October 29, 2014
Severed hands? Paranormal events? Cellars inhabited by the devil?
We recently came across a list from GreatWineNews of 31 spooky Halloween wines. The list was full of wines with scary names and haunting labels, but what really got us into the Halloween spirit were the wines inspired by ghost stories and eerie legends.
During the 1600s, two families -- the O’Neills and O’Reillys -- decided to have a rowing competition to determine who would rule over a piece of land. They agreed that the first to touch the land would become the ruler. The O'Neill's boat began lagging behind and one of the crew members grabbed his sword and cut off his hand, throwing it ashore and winning the land, which is still in the family today.
The hand from this story is now depicted on the bottle label for Sinister Hand wine.
The story goes that vineyard owner, Catherine Vollweiler went to bed one night after searching through books for an art to use on her new wine. She gave up and fell asleep but was woken up some time later when she heard a loud noise. When she turned on the light she noticed one of the books had fallen on the floor and opened to the picture that wound up on the wine's label.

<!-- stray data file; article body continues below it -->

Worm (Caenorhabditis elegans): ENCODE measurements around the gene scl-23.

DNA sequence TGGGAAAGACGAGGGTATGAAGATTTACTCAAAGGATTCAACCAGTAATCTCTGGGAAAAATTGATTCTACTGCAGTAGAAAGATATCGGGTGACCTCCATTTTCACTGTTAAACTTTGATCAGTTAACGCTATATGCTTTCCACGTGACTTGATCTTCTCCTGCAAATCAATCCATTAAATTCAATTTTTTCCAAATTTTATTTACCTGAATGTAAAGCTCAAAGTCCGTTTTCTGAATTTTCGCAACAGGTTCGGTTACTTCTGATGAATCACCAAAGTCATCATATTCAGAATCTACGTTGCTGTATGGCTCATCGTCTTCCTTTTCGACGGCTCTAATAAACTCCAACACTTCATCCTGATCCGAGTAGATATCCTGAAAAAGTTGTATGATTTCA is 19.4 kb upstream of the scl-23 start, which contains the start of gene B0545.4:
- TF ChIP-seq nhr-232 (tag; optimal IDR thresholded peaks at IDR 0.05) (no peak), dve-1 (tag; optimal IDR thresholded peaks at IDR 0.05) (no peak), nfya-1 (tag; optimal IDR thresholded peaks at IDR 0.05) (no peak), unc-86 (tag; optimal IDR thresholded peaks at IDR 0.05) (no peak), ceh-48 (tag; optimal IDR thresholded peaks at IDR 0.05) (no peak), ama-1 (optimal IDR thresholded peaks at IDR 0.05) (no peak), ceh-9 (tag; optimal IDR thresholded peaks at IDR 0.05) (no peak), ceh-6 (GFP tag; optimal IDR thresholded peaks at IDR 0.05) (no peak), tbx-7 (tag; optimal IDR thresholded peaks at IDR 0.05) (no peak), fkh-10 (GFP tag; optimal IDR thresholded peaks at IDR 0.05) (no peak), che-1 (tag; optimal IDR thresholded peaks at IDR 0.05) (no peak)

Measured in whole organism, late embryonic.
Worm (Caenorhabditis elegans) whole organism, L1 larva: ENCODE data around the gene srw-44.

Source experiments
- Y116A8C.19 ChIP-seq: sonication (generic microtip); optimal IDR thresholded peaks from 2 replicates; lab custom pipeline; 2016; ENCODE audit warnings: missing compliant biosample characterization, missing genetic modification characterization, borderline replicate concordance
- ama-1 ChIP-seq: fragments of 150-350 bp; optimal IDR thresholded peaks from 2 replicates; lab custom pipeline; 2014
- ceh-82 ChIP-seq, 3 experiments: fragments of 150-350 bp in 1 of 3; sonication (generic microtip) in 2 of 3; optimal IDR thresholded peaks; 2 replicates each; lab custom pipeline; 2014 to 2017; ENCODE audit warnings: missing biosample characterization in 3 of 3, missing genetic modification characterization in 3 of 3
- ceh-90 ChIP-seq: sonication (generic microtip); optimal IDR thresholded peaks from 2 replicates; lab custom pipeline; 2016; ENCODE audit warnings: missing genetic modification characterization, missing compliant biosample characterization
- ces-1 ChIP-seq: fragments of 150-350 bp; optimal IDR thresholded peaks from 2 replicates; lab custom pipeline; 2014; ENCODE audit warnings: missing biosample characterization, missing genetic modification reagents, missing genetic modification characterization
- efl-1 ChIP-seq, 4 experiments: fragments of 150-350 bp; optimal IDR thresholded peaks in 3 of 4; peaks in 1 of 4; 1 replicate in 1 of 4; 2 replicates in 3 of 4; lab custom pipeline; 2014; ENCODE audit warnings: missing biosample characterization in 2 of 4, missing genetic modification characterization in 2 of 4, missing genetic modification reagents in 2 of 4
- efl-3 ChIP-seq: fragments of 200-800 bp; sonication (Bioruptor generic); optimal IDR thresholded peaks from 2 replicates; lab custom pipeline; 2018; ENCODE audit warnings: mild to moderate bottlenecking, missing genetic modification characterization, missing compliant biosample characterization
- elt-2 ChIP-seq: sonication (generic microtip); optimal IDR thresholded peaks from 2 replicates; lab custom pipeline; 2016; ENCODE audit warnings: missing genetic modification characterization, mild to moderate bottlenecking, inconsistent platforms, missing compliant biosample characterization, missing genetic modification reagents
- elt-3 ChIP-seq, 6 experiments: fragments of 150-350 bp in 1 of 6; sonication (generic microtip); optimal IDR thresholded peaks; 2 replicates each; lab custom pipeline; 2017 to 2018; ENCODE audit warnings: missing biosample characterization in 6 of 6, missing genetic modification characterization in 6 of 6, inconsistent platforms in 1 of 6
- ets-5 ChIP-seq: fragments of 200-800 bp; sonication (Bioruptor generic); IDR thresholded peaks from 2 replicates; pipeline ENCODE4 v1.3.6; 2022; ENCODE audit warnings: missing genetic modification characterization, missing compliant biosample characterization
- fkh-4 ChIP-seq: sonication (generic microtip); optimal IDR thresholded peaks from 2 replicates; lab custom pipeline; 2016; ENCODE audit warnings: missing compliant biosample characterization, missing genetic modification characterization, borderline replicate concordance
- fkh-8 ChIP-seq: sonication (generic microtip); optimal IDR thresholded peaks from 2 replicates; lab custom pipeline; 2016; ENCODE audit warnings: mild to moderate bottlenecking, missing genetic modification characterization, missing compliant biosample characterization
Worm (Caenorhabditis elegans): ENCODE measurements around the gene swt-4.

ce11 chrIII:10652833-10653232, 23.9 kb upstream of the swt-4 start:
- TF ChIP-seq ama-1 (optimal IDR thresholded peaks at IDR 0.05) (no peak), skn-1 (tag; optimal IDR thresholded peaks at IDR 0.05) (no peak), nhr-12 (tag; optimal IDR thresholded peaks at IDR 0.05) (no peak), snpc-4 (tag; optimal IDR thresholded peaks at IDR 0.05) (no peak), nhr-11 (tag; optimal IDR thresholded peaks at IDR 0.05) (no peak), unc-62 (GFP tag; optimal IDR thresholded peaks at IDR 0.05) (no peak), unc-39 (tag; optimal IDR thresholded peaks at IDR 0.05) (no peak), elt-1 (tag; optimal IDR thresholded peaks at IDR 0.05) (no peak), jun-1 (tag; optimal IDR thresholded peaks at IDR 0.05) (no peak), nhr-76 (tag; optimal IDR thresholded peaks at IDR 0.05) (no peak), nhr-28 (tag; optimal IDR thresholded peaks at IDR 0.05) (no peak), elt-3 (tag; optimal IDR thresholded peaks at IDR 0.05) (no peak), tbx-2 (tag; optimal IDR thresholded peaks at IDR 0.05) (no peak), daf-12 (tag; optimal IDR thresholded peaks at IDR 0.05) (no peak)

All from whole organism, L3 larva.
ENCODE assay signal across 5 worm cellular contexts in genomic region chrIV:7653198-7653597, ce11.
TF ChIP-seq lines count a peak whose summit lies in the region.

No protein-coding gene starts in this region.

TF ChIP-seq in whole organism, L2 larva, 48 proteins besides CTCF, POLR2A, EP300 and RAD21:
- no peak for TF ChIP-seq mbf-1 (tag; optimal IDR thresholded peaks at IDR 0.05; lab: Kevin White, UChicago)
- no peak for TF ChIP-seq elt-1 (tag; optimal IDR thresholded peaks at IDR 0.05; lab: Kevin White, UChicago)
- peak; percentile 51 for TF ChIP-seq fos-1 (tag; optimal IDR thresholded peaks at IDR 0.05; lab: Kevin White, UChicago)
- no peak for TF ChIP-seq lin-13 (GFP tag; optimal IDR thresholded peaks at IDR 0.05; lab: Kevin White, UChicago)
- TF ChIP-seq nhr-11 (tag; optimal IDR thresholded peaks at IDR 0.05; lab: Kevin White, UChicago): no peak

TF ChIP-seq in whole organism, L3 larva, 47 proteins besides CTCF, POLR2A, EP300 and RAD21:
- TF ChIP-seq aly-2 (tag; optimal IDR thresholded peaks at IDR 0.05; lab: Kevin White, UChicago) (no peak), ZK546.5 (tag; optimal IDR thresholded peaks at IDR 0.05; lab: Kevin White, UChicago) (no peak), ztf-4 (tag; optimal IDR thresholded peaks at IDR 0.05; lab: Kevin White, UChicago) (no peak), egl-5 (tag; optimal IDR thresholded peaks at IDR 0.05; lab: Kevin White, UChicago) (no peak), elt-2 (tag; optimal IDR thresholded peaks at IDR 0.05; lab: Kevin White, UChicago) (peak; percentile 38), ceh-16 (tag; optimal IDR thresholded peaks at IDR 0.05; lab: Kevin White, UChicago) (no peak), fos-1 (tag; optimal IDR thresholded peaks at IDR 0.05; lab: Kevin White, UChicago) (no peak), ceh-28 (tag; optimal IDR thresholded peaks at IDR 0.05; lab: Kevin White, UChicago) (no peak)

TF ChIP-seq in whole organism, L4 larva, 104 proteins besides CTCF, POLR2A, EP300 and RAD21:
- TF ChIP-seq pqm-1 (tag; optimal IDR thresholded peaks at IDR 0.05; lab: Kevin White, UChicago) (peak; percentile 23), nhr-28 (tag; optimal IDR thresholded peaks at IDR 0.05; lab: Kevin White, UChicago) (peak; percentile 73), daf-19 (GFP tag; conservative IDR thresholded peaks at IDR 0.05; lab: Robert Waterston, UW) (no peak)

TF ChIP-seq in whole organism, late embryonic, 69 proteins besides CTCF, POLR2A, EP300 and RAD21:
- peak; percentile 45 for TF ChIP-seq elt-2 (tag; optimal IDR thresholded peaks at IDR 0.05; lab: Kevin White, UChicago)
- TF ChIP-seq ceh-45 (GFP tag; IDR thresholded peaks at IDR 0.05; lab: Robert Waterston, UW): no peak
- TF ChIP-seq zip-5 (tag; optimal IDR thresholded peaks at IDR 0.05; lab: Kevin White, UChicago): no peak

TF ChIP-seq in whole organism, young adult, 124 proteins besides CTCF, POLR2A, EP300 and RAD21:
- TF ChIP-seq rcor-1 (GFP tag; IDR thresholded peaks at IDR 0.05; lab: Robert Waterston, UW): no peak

In the early 1800s, the Spanish Governor of California ordered Lieutenant Gabriel Moraga to explore the Great Central Valley and name all that he found. He came to a river where the banks were littered with skulls. He named the river “El Rio De Las Calaveras” or “The River of Skulls.”
In the 1800s, Don Melchor learned that his vineyard workers for sneaking into his cellars and stealing samples of his precious wine. The discourage them, he made up a story about the darkest cellar, calling it Casillero del Diablo (Cellar of the Devil). Nobody dared enter that cellar and a legend was born. Today, this cellar continues to hold the finest wines of Casillero del Diablo.
Oregon was in the middle of a gold rush in the 1860s. A miner traveling to Portland with his gold, camped for the night on top of what is now "Ghost Hill". While he was sleeping, someone killed the miner and stole his gold. Today, people believe the miner continues to wander the hill in search of his stolen gold.
Dead Arm (grape canker) is a vine disease caused by wood rot and impacts vineyards all over the world. Although dead arm is usually considered lethal to vines, some wineries have learned that the arms that are still alive can yield wine with incredible flavor and intensity. One such vineyard belongs to the Australian wine producer who make this shiraz.